Sachin Tendulkar begins a third decade in world cricket next week, insisting he is still as passionate to play for India as he was as a wide-eyed teenager 20 years ago.
"My love for cricket and the honour of playing for my country have kept me motivated all these years," said Tendulkar, 36, ahead of the first Test against Sri Lanka starting in Ahmedabad on Monday.
"Cricket is my life and I am lucky and absolutely honoured that I have been able to wear the India cap for 20 years."
The Ahmedabad match will be Tendulkar's 160th Test appearance -- surpassed only by retired former Australian captain Steve Waugh's tally of 168 -- since his debut aged 16 against Pakistan in Karachi on November 15, 1989.
He has risen to become the world's most successful batsman in both Test and one-day cricket, a result of both his unparalled genius with the bat and amazing longevity in the game.
The world was a different place when Tendulkar began. No one sent e-mails or browsed the world wide web, Nelson Mandela was still in jail, the Soviet Union had not broken up and mobile phones had not become a way of life. When he started, Tendulkar's current captain Mahendra Singh Dhoni was an eight-year-old schoolboy and team-mates Ravindra Jadeja and Virat Kohli were barely a few months old.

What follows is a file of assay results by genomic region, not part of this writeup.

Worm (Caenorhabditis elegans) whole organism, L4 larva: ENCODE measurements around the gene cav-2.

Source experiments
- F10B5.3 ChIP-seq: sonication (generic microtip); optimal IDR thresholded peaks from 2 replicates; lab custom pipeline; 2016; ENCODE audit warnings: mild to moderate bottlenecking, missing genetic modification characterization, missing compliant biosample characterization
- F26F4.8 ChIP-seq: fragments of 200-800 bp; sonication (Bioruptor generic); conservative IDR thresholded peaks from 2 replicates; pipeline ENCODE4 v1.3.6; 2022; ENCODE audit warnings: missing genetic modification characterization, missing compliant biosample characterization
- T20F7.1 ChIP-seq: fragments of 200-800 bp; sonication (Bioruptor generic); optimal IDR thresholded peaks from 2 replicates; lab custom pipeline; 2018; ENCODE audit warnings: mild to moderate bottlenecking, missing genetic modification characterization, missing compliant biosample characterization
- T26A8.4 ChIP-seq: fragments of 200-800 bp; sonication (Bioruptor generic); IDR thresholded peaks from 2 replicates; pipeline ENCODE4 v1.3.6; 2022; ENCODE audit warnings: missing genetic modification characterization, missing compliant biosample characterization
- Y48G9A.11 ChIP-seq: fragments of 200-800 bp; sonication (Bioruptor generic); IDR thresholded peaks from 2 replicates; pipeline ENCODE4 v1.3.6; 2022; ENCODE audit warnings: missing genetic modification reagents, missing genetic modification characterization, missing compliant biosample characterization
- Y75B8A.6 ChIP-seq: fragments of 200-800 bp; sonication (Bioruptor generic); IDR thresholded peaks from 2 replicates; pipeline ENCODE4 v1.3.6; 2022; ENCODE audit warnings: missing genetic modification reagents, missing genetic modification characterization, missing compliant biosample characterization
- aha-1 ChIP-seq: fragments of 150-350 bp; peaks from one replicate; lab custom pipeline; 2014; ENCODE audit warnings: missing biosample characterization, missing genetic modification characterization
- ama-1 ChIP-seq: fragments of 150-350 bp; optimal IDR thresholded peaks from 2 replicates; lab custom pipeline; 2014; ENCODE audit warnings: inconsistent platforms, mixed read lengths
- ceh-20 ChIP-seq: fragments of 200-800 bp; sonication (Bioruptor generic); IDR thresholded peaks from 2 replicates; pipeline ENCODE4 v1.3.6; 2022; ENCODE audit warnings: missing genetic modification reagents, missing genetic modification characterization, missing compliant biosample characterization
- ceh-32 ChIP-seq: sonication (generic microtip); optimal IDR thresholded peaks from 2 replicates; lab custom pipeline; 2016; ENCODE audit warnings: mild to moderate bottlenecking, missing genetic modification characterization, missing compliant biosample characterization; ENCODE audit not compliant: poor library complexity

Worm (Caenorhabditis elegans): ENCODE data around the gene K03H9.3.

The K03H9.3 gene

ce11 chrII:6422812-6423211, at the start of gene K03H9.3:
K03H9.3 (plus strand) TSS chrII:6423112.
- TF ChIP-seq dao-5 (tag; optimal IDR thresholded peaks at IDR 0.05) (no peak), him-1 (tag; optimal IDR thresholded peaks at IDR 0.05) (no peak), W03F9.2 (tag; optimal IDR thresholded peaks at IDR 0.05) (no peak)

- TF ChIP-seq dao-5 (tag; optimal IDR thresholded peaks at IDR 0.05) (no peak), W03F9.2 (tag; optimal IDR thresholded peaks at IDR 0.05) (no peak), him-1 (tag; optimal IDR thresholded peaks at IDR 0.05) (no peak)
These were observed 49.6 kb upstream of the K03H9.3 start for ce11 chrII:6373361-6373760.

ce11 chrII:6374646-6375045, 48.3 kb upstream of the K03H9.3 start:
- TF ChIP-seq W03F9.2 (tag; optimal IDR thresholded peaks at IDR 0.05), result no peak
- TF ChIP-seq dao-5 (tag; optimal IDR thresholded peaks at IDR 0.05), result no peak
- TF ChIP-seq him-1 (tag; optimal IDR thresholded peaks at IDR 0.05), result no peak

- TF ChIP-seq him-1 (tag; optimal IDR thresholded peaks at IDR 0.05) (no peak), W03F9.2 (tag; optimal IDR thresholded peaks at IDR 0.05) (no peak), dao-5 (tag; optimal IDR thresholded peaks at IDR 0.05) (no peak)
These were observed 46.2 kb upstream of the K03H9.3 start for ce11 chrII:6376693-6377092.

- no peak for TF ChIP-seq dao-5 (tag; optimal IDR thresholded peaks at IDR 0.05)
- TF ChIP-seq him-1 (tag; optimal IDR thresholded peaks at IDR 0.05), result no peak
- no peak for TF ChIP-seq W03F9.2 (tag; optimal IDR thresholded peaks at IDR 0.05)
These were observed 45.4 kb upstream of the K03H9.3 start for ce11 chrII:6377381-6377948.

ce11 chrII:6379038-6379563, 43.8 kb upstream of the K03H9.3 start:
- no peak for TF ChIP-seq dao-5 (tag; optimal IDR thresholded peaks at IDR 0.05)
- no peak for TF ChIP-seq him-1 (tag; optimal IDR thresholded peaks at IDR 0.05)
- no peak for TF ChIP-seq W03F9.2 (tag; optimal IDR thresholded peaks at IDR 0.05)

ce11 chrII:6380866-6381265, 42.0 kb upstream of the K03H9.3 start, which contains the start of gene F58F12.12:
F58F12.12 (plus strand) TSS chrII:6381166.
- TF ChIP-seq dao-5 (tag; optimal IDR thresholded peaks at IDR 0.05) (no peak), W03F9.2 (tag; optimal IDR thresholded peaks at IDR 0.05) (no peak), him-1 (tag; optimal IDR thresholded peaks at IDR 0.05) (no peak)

"We call him 'grandpa' in the dressing room," joked compatriot Yuvraj Singh. "But he is just amazing. He has achieved everything there is to achieve, but still wants to improve with every game.
"Frankly, I can't think of an Indian team without Tendulkar."
Among post-war cricketers whose careers spanned 20 years were Pakistanis Imran Khan and Mushtaq Mohammad, West Indian Garfield Sobers, Colin Cowdrey of England and Bobby Simpson of Australia.
But Tendulkar has scaled the summit, scoring more Test runs (12,773) and centuries (42), and more one-day runs (17,178) and hundreds (45) than any other batsman.
And he is not done yet. One of his cherished dreams is to win the World Cup in front of millions of worshipping home fans when India co-hosts the 2011 showpiece with Sri Lanka and Bangladesh.
Tendulkar has appeared in five World Cups and helped India reach the final in South Africa in 2003, but Sourav Ganguly's men failed to emulate Kapil Dev's winning feat in England in 1983. Tendulkar, born in a middle-class family of a Marathi novelist and named after famous Bollywood music director Sachin Dev Burman, is a multi-millionaire in a country where he is revered like a demi-god.
But retirement has not even crossed his mind despite the wear and tear of a 20-year grind that has left him nursing injuries to the shoulder, elbow, back, hamstring and feet.
"I know there is lot of cricket left in me because I am still enjoying it," said Tendulkar. "I am not thinking of retirement. At some stage, I will have to, but I don't need to think of it right now."
Team-mates and rivals alike rejoice at his feats. Australian spin legend Shane Warne rated Tendulkar as number one on his list of 50 contemporary cricketers prepared for the London-based Times newspaper.
Former captain Ganguly calls him "the king of cricket", West Indian great Viv Richards, one of Tendulkar's childhood heroes, regards him as "99.5 percent perfect."
Sri Lankan captain Kumar Sangakkara says the Indian is the "greatest modern cricketer."
For his countless fans, Tendulkar is a joy to behold. For there may never be another like him again.
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